Notes
Erratum In: J Couns Psychol. 2014 Apr;61(2):263
PubMed ID
24447060 View in PubMed
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Alaska unit assists wounded, ill, injured soldiers with difficult adjustments after life's 'curveballs'.

https://arctichealth.org/en/permalink/ahliterature264736
Source
Alaska Med. 2013 Sep;54:23-5
Publication Type
Article
Date
Sep-2013

All professionals are equal but some professionals are more equal than others? Dominance, status and efficiency in Swedish interprofessional teams.

https://arctichealth.org/en/permalink/ahliterature129111
Source
Scand J Caring Sci. 2012 Sep;26(3):505-12
Publication Type
Article
Date
Sep-2012
Author
Ingela Thylefors
Author Affiliation
Department of Psychology, Göteborg University, Göteborg, Sweden. ingela.thylefors@psy.gu.se
Source
Scand J Caring Sci. 2012 Sep;26(3):505-12
Date
Sep-2012
Language
English
Publication Type
Article
Keywords
Humans
Problem Solving
Professional Competence
Questionnaires
Sweden
Abstract
This study explored status differences in interprofessional teams and their link with efficiency. In total, 62 teams (423 individuals) from occupational health-care, psychiatry, rehabilitation and school health-care responded to a questionnaire. Fifty-four of those teams (360 individuals) also participated in an observation session simulating problem-solving team meetings. Data were reduced to a number of indexes: self-assessed/perceived equality, functional influence and efficiency; and observed verbal dominance/activity and problem-solving capacity. Perceived status differences within the teams appeared moderate, irrespective of professional belonging. With respect to verbal dominance during meetings, however, the findings revealed a hierarchy with psychologists, physicians and social workers at the top together with special education teachers. No relationship was found between self-assessed efficiency and actual problem-solving nor between observed verbal activity and problem-solving. The findings suggest that different problems may demand different prerequisites to be solved effectively: successful solving of simple convergent problems correlated negatively with equality, whereas functional influence was a predictor of success with respect to divergent, complex problem-solving. The findings raise questions about leadership and procedures during team meetings.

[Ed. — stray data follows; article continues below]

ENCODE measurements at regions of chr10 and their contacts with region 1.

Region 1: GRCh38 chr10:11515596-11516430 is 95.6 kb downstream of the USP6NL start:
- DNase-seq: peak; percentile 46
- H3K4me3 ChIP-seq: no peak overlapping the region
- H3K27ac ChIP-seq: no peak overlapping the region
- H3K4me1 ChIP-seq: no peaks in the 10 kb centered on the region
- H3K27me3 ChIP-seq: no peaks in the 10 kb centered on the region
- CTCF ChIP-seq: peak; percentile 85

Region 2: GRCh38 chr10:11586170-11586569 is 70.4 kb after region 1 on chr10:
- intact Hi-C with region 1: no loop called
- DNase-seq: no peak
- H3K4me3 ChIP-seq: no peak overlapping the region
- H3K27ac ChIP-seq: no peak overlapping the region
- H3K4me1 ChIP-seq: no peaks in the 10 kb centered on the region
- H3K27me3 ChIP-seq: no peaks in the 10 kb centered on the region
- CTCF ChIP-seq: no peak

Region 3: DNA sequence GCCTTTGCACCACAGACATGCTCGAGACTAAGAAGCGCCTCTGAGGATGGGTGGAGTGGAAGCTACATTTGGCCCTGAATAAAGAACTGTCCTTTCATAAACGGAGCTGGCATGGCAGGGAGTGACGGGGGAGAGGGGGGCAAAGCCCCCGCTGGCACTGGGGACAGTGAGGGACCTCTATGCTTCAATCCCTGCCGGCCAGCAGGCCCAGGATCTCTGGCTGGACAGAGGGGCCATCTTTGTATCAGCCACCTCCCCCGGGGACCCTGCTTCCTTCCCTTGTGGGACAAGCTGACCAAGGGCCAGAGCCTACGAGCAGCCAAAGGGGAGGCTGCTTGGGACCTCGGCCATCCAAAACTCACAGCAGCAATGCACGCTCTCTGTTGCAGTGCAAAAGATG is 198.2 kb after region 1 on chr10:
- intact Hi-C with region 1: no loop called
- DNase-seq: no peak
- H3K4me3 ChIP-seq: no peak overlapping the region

PubMed ID
22142248 View in PubMed
Less detail

[A measure of professors' attitudes towards the creativity of student nurses].

https://arctichealth.org/en/permalink/ahliterature227538
Source
Can J Nurs Res. 1991;23(1):41-55
Publication Type
Article
Date
1991
Author
D. Gravelle
H. Lazure
M. Reidy
Source
Can J Nurs Res. 1991;23(1):41-55
Date
1991
Language
French
Publication Type
Article
Keywords
Attitude
Creativity
Evaluation Studies as Topic
Faculty, Nursing
Humans
Problem Solving
Quebec
Questionnaires - standards
Students, Nursing
Abstract
Creativity and problem solving are closely related in the learning and practice of nursing. The problem underlying this study concerns the attitudes of professors of nursing in 321 French language community colleges in Quebec toward the creative characteristics of their students. However, given the absence of a valid and reliable French instrument, this study focused on the validation of a French version of Torrance's Ideal Pupil Checklist. Content, construct and criteria validity were all verified, as well as the stability and homogeneity aspects of reliability.